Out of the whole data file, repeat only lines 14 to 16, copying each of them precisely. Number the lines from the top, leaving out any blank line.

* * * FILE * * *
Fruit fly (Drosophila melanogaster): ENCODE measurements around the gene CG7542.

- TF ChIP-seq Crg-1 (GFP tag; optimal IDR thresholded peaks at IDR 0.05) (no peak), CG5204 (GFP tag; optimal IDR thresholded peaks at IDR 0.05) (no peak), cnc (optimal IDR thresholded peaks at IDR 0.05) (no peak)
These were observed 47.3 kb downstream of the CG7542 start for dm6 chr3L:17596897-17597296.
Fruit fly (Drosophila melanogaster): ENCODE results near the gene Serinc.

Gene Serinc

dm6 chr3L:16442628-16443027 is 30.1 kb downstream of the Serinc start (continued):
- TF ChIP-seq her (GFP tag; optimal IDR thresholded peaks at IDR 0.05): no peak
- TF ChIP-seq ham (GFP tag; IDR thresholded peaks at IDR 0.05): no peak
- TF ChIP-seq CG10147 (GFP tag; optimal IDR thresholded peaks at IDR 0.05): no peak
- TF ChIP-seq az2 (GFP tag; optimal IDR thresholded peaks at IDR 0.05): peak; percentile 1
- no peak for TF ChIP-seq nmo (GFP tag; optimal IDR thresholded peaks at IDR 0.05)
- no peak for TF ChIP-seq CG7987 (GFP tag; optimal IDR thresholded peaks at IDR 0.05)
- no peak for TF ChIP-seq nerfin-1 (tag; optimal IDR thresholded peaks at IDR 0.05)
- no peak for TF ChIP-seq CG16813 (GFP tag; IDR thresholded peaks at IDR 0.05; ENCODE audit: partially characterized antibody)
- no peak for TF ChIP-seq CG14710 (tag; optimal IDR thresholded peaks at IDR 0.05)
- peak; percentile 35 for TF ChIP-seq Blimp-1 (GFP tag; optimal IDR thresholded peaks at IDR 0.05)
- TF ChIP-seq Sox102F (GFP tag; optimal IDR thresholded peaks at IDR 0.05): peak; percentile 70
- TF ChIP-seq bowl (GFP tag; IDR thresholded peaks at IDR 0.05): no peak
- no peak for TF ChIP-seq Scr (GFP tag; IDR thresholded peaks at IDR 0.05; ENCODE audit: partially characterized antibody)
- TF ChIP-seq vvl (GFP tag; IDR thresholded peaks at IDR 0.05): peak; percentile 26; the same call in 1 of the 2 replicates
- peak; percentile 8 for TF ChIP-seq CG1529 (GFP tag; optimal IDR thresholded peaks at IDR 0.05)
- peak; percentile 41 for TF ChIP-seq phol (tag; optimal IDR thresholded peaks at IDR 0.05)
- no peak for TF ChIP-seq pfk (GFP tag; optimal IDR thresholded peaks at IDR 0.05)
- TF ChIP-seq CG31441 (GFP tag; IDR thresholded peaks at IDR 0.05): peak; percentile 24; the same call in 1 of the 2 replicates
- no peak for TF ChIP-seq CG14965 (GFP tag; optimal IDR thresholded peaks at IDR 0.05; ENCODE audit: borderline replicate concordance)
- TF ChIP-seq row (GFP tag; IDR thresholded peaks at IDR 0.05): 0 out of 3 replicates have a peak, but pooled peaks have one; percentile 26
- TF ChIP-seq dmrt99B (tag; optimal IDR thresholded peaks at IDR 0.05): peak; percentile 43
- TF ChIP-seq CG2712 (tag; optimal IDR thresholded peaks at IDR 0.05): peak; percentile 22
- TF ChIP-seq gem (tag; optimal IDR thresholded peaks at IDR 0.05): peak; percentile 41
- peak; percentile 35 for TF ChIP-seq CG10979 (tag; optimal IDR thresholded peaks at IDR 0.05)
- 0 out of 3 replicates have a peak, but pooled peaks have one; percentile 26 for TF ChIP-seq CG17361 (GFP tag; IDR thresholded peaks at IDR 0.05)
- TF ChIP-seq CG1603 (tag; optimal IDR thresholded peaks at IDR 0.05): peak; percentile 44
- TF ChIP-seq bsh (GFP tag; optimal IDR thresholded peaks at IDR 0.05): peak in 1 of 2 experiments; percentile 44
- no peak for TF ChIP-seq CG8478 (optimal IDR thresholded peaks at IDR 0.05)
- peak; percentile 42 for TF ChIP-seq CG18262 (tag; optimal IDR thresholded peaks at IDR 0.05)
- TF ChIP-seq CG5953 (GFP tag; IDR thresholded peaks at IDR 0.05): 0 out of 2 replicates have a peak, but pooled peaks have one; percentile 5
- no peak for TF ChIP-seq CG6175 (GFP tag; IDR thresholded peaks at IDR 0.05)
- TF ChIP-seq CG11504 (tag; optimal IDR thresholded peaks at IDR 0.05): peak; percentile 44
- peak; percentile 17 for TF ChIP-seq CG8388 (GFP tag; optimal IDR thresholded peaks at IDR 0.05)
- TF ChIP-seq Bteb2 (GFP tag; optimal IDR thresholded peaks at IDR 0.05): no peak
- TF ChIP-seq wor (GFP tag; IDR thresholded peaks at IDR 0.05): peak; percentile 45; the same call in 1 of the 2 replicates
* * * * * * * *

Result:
- no peak for TF ChIP-seq CG16813 (GFP tag; IDR thresholded peaks at IDR 0.05; ENCODE audit: partially characterized antibody)
- no peak for TF ChIP-seq CG14710 (tag; optimal IDR thresholded peaks at IDR 0.05)
- peak; percentile 35 for TF ChIP-seq Blimp-1 (GFP tag; optimal IDR thresholded peaks at IDR 0.05)